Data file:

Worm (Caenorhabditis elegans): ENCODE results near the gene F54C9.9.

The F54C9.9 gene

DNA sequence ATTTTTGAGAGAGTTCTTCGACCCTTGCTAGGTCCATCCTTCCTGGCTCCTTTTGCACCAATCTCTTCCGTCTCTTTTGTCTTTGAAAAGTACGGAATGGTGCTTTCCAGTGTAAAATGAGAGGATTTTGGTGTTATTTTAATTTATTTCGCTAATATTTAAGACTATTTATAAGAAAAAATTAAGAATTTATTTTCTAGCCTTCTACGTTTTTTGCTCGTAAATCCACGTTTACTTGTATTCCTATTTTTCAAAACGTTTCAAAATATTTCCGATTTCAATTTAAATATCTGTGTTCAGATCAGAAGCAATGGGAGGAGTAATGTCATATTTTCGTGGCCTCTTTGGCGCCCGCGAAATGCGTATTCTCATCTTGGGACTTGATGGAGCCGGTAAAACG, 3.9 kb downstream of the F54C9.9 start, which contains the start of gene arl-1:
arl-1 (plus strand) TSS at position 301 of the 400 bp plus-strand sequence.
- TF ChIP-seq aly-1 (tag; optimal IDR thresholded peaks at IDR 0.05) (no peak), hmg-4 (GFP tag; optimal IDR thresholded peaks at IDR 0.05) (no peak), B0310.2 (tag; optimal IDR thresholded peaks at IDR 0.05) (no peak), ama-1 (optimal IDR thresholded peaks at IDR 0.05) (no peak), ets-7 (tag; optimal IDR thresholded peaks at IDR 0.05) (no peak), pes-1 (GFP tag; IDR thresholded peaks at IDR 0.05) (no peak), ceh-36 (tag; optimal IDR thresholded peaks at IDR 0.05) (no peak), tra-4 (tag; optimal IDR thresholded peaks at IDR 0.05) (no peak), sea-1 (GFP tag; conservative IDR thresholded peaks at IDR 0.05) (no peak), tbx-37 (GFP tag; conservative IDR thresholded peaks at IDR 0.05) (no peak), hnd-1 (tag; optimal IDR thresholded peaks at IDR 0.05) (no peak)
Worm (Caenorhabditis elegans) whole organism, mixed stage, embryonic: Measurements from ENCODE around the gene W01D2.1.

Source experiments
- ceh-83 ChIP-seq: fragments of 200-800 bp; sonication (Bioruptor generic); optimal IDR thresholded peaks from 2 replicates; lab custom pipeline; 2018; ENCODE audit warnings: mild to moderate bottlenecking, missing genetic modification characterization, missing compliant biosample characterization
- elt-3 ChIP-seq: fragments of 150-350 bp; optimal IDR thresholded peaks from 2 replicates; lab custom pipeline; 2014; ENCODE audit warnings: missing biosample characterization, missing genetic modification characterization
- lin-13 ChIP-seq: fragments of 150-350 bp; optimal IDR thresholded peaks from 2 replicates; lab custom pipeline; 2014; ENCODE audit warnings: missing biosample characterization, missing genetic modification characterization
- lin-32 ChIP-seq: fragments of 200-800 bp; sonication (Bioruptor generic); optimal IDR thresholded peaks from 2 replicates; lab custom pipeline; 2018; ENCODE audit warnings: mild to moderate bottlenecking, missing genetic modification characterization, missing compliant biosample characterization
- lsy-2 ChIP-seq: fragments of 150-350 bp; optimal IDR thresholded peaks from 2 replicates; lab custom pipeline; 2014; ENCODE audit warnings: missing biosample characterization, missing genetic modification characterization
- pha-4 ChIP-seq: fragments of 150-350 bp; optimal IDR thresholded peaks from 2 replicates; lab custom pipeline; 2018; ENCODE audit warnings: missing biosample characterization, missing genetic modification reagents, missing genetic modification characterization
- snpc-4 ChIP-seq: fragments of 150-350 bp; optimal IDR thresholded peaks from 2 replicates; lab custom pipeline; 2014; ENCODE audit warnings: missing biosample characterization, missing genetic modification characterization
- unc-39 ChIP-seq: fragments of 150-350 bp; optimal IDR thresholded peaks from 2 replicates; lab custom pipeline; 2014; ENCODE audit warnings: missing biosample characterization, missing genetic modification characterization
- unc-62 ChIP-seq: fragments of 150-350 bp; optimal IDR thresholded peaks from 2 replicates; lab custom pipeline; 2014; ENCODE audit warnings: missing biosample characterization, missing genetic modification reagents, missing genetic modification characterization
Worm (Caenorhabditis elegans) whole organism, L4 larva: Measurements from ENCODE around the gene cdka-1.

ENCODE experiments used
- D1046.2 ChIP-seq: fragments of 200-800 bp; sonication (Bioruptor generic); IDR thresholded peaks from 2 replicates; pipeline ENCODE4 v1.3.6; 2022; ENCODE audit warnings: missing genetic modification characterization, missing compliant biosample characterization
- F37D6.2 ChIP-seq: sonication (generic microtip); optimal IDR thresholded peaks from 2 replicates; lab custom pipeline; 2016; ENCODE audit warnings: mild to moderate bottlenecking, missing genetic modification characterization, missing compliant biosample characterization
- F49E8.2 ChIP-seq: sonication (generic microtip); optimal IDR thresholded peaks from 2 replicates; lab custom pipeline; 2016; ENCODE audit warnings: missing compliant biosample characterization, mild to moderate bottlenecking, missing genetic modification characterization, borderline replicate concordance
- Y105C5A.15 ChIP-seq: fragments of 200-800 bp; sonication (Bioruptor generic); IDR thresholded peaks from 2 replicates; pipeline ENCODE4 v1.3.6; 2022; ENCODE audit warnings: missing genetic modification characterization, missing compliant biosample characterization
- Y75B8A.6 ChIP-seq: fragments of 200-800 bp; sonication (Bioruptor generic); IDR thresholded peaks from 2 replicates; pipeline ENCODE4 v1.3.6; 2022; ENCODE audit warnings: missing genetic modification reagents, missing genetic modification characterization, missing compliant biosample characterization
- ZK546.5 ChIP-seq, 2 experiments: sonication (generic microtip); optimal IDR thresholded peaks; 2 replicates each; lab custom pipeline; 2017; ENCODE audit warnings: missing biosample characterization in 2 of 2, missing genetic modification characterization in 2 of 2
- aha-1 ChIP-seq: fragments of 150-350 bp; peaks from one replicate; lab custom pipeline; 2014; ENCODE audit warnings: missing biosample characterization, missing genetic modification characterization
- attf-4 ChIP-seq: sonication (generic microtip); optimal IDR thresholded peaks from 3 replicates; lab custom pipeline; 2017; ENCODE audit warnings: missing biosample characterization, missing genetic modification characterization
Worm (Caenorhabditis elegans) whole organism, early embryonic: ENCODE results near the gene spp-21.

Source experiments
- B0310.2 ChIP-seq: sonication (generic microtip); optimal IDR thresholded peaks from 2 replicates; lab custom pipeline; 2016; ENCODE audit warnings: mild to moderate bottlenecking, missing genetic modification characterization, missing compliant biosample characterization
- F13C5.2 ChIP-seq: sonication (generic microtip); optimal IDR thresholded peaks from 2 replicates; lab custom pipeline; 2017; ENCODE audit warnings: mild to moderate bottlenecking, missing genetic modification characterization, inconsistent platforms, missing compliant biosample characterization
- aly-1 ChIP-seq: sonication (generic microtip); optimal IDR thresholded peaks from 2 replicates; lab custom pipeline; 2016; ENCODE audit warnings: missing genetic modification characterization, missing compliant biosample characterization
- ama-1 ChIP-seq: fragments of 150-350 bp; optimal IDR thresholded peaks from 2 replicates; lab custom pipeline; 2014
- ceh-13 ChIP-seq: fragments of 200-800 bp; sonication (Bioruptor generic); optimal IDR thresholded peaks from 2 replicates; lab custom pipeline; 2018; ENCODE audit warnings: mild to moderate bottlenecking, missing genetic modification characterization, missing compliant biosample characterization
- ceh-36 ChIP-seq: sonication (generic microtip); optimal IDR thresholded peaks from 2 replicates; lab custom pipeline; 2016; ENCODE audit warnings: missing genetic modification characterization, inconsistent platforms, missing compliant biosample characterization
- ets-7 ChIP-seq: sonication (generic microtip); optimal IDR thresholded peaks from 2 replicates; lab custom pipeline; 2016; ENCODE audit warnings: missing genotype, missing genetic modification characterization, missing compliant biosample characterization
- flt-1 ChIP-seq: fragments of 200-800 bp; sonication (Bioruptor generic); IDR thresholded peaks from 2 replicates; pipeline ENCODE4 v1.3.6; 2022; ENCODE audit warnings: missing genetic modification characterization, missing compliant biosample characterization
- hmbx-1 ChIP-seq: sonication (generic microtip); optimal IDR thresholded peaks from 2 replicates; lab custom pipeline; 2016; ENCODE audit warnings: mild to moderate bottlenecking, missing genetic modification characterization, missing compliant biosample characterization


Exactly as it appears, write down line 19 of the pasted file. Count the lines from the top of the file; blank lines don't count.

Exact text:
- D1046.2 ChIP-seq: fragments of 200-800 bp; sonication (Bioruptor generic); IDR thresholded peaks from 2 replicates; pipeline ENCODE4 v1.3.6; 2022; ENCODE audit warnings: missing genetic modification characterization, missing compliant biosample characterization